President Trump was standing at a lectern adorned with the executive office seal, addressing an arena packed with thousands of his most strident supporters, when he paused his standard rally stump speech and reached into his suit coat.
Last year, he harangued the “hyperpartisan impeachment witch hunt” and the whistleblower who helped launch it, Trump unfolded a printout of a just-published Fox News story and waved it at the crowd in norther Louisiana.
“Look at this character. They handed me this story,” the president said of the article, which detailed old tweets by Mark Zaid, one of the attorneys representing the intelligence official who sounded the alarm on Trump’s involvement in pressuring Ukraine to investigate a political rival.
The 2017 posts were critical of the president and mentioned the need for “#rebellion.” Before reading them aloud, Trump called Zaid “a sleazeball.” He ended his digression by saying: “These people are bad people, and it’s so bad what they do to our country. They rip the guts out of our country.”
The day after the rally, Nov. 7, 2019, Zaid received a disquieting email.
“All traitors must die miserable deaths,” the message read. “Those that represent traitors shall meet the same fate. We will hunt you down and bleed you out like the pigs you are.”
The email came from Brittan J. Atkinson, said Michigan federal prosecutors, who was indicted on charges of making death threats against Zaid. The newly unsealed court filing was first reported by Politico and noted by Seamus Hughes, the deputy director of the Program on Extremism at George Washington University.
Atkinston sent the menacing message from Gladwin County, in northern Michigan, the indictment said. He is charged with violating federal interstate communication laws, which prohibit “any threat to injure the person of another.” The felony offense is punishable by up to five years in prison.
The filing states that Atkinson signed off by telling Zaid, “We have nothing but time, and you are running out of it.”
“Keep looking over your shoulder,” Atkinson is alleged to have written. “We know who you are, where you live and who you associate with. We are all strangers in a crowd to you.”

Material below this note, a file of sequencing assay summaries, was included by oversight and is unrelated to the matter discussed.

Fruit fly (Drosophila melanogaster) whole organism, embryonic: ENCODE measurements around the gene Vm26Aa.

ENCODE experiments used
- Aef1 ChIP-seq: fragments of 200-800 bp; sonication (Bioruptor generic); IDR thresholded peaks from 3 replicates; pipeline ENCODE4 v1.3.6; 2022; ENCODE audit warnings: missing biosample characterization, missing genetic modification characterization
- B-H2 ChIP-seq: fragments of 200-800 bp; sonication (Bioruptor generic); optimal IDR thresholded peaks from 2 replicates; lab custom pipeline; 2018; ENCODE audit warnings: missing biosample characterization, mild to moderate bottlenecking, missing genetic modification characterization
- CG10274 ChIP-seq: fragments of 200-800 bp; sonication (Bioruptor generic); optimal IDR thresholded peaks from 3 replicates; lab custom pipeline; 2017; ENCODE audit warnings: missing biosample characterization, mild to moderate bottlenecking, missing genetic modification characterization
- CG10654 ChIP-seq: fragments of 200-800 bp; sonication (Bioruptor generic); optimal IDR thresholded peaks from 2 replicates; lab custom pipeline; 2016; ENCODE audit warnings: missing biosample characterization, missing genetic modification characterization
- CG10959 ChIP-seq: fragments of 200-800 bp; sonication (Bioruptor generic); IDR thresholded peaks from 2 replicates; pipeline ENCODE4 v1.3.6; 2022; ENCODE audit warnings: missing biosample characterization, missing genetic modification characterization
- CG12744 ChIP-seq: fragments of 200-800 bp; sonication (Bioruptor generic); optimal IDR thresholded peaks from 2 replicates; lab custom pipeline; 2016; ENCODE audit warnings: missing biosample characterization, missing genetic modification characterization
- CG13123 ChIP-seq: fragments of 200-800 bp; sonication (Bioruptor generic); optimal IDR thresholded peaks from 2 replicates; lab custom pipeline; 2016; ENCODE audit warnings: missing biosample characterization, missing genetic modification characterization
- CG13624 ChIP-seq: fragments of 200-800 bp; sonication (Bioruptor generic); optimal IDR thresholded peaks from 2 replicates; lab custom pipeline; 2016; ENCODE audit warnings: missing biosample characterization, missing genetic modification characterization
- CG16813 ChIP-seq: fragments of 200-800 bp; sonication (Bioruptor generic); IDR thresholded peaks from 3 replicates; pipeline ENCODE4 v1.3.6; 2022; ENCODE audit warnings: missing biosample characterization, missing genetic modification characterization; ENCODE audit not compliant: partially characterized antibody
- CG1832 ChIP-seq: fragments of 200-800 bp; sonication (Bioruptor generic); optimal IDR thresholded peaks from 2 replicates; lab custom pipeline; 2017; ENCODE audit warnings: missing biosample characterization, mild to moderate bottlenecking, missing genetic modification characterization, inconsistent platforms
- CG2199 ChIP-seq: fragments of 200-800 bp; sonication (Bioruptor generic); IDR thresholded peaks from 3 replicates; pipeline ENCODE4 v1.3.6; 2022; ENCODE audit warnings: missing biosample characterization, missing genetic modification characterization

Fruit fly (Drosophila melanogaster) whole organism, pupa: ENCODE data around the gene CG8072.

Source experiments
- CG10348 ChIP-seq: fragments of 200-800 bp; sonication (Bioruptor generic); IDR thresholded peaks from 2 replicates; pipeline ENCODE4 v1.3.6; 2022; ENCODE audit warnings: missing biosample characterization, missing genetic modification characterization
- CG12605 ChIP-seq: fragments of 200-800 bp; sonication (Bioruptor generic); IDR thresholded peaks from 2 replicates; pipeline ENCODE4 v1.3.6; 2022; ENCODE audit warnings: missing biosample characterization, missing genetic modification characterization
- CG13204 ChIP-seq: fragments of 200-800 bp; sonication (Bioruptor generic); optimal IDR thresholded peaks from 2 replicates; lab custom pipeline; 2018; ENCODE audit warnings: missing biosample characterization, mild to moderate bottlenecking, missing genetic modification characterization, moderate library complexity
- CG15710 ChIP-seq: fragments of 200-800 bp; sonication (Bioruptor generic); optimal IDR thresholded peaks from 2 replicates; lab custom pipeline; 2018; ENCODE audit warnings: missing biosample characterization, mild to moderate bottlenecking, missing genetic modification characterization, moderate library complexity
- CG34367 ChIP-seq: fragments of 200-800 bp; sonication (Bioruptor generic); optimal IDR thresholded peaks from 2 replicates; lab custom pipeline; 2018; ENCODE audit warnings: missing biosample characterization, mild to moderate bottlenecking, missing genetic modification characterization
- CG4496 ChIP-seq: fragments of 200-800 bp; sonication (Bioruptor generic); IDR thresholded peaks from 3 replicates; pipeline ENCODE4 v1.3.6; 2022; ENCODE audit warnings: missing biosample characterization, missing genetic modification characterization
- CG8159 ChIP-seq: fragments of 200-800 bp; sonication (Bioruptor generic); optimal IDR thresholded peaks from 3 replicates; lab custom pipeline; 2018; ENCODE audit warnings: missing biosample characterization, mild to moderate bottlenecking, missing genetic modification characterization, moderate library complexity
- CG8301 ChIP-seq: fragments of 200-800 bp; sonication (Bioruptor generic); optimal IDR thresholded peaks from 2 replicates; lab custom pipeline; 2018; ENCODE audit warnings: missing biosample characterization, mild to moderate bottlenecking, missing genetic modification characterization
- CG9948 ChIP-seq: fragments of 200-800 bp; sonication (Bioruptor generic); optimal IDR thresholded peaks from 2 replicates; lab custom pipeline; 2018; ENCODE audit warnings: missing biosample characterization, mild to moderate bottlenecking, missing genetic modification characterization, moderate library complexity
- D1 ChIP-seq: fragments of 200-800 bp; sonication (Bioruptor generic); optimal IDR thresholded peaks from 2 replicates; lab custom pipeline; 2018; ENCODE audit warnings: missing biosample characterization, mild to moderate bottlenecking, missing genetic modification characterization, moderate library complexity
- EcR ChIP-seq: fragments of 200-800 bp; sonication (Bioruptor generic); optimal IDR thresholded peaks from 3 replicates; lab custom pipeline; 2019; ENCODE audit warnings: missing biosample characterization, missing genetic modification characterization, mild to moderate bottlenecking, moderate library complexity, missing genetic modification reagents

It is unclear whether Trump’s words inspired Atkinson to send that email, but experts say the threat highlights the dangers of barbed rhetoric and often personal insults deployed by the president and his supporters, who have attacked the whistleblower repeatedly, posting his purported identity online and reading his name aloud in the Senate.
“I hope this indictment sends a message to other that such behavior will not be tolerated by a civil society that is governed by law,” Zaid said in a statement.
“My job was to ensure the rule of law was followed in how whistleblowers are treated. That role should not be negatively weaponized by partisans,” he added. “I will continue to zealously represent my clients, to include and especially whistleblowers, and to ensure the rule of law is enforced and protected.”
Zaid wasn’t the only one to get threats. Bradley Moss, a partner at Zaid’s firm, tweeted to Trump the morning after the president’s rally in Louisiana.
“Thank you so much for the specific commentary about my firm last night,” Moss wrote, tagging Trump’s Twitter handle. “I woke up to a ton of hate mail and death threats.”
As news of the indictment spread, some in the legal community applauded the prosecutors in Michigan and called for increased protections for whistleblowers and their lawyers.
“Whistleblower are not traitors,” said David Colapinto, the general counsel at the National Whistleblower Center, a nonprofit organization. “It is the job of the president to protect whistleblowers, not incite violence against them.”
Walter M. Shaub Jr., the former director of the independent Office of Government Ethics who clashed with the Trump administration over ethics violations, said the threats could portend further violence.
“Trump is going to get someone hurt or worse with personal attacks on people,” Shaub said on Twitter.
An attorney for Atkinson could not be reached for comment. The Detroit News reported that Atkinson appeared in court on Thursday and entered a plea of not guilty.